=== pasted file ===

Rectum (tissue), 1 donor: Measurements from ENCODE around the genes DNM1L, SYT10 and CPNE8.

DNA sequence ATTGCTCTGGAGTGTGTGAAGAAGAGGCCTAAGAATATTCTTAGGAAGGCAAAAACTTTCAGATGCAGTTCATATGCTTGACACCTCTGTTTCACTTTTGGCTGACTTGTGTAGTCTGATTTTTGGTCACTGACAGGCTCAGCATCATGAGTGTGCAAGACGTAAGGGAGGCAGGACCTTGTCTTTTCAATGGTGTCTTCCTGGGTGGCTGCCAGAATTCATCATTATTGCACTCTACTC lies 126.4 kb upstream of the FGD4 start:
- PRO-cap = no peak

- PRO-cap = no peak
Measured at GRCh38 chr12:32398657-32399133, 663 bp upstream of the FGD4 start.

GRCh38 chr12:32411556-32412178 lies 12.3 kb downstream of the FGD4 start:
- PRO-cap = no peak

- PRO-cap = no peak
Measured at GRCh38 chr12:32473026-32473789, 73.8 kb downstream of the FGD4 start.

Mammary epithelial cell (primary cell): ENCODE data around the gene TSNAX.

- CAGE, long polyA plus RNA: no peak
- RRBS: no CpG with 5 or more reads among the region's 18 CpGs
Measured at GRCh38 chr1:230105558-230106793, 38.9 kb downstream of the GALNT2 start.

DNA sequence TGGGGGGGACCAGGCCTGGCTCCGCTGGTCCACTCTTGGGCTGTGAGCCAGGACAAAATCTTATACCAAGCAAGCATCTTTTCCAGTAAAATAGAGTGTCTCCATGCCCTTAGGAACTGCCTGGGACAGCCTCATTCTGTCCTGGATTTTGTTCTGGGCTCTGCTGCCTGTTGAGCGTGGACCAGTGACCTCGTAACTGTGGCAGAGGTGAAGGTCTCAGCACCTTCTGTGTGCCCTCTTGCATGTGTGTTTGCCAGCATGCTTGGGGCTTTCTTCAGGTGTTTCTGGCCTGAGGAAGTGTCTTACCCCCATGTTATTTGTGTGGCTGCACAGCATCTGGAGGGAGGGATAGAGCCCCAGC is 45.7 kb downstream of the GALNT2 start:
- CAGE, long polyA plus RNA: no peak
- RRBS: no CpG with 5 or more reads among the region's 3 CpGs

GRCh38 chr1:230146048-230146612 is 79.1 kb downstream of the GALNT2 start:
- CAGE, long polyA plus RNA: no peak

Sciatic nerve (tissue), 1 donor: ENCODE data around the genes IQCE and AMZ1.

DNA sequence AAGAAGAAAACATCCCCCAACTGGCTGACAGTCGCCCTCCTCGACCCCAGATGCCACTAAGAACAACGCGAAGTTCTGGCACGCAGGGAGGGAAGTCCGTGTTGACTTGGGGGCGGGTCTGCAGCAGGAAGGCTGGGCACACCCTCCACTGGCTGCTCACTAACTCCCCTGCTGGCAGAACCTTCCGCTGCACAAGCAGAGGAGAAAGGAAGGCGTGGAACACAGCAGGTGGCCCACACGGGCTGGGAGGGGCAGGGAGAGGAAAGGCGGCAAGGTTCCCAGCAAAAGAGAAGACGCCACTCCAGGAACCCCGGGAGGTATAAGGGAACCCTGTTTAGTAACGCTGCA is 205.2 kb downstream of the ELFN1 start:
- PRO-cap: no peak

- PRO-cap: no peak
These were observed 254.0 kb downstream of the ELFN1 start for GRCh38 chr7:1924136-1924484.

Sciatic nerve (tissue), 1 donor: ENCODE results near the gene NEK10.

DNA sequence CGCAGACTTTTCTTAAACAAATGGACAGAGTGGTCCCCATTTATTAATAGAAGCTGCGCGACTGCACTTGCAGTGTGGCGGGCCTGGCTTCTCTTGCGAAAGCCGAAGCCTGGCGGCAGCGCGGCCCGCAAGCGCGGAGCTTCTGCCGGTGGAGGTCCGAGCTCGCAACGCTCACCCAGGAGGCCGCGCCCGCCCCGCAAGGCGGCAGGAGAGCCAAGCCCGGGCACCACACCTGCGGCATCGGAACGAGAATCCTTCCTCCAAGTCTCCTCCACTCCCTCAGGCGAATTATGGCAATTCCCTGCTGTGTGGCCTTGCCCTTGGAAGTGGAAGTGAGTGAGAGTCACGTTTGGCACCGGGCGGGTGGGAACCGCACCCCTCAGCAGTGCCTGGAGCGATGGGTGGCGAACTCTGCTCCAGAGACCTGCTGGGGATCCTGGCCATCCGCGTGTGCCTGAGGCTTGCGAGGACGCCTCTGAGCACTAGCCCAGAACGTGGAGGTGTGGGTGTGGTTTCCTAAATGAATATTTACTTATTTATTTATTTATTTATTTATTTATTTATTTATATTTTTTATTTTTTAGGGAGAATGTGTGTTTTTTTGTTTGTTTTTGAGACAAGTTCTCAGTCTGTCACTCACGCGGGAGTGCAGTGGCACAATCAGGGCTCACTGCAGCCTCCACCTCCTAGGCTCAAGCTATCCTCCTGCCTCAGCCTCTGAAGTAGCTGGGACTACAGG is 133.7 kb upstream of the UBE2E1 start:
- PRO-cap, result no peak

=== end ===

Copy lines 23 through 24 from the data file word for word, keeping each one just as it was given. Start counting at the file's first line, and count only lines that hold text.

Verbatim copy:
These were observed 254.0 kb downstream of the ELFN1 start for GRCh38 chr7:1924136-1924484.

Sciatic nerve (tissue), 1 donor: ENCODE results near the gene NEK10.